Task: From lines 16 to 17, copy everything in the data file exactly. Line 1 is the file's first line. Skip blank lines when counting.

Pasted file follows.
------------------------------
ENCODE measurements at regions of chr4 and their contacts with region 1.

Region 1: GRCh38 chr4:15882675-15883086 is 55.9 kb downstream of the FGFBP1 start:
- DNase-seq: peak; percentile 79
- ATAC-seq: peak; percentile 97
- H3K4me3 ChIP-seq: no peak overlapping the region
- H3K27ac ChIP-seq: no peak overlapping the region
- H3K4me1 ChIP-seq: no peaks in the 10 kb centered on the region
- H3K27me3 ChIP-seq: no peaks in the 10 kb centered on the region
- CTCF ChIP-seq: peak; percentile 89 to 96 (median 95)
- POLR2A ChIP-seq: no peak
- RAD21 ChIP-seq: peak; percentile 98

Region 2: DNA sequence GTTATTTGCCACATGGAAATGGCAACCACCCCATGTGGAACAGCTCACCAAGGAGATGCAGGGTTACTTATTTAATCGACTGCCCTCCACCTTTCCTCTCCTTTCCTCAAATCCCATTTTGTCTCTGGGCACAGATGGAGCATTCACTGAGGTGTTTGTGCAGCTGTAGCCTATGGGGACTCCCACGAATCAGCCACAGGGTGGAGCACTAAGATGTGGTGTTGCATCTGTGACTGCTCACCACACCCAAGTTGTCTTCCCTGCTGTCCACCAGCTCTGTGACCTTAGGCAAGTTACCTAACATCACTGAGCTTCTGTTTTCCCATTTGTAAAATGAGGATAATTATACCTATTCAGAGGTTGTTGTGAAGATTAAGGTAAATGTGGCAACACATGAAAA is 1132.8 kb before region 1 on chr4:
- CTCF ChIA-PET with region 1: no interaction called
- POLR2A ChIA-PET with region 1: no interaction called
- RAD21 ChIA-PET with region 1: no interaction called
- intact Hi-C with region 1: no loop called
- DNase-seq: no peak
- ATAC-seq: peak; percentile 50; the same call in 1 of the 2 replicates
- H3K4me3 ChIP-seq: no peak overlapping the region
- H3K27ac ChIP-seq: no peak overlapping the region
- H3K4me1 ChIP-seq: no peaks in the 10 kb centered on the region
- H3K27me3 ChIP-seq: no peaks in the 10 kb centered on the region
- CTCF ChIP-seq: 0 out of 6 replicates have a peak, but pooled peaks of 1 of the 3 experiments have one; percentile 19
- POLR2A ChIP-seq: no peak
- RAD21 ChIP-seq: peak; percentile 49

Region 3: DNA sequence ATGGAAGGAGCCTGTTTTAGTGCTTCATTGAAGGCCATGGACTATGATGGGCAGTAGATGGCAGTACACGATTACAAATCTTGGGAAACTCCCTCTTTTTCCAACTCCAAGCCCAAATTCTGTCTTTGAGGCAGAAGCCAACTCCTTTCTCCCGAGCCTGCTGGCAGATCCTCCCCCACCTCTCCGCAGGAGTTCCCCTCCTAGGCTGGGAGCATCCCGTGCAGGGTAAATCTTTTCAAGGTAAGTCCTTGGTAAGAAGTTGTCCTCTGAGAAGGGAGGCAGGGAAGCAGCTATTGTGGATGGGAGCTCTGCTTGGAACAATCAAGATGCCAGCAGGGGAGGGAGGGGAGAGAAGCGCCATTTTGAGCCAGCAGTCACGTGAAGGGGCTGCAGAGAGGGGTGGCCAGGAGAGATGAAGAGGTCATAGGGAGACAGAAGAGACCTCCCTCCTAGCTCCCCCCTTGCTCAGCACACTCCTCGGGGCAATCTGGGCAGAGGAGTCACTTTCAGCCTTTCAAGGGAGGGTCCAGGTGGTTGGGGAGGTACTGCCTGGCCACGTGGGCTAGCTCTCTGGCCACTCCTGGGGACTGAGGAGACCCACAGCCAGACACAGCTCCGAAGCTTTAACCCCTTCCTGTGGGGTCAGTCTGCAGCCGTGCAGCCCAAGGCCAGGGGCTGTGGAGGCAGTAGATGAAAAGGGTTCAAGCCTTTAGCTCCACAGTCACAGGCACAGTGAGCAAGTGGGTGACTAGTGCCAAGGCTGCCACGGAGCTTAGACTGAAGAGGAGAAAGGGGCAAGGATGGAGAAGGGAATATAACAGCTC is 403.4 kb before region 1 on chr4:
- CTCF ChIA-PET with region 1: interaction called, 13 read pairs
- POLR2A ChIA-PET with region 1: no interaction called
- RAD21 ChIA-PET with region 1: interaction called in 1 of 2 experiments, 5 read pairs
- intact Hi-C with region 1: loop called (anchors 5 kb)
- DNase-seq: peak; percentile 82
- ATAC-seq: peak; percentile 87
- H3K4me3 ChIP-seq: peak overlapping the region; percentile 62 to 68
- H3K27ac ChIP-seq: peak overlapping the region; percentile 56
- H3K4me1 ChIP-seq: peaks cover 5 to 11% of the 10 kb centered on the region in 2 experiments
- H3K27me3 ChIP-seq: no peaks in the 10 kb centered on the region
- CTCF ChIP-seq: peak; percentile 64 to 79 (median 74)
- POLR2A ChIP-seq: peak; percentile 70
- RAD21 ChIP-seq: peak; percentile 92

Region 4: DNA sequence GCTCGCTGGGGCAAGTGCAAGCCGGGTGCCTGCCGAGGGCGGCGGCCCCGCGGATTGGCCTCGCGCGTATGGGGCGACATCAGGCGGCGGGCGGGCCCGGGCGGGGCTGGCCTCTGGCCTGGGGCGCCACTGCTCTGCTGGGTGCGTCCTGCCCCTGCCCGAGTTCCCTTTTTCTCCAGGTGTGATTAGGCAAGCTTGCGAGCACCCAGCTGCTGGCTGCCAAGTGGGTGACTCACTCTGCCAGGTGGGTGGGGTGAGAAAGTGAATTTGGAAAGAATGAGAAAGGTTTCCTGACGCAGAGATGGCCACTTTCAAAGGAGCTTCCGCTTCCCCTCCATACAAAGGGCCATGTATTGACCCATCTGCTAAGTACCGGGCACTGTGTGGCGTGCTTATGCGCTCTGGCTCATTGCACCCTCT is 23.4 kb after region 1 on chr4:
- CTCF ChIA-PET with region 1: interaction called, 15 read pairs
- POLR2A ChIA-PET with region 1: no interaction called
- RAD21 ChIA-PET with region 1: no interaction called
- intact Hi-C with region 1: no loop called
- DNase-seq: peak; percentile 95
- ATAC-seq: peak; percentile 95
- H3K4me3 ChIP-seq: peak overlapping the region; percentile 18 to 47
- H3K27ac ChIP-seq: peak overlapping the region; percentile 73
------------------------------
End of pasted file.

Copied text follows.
- intact Hi-C with region 1: no loop called
- DNase-seq: no peak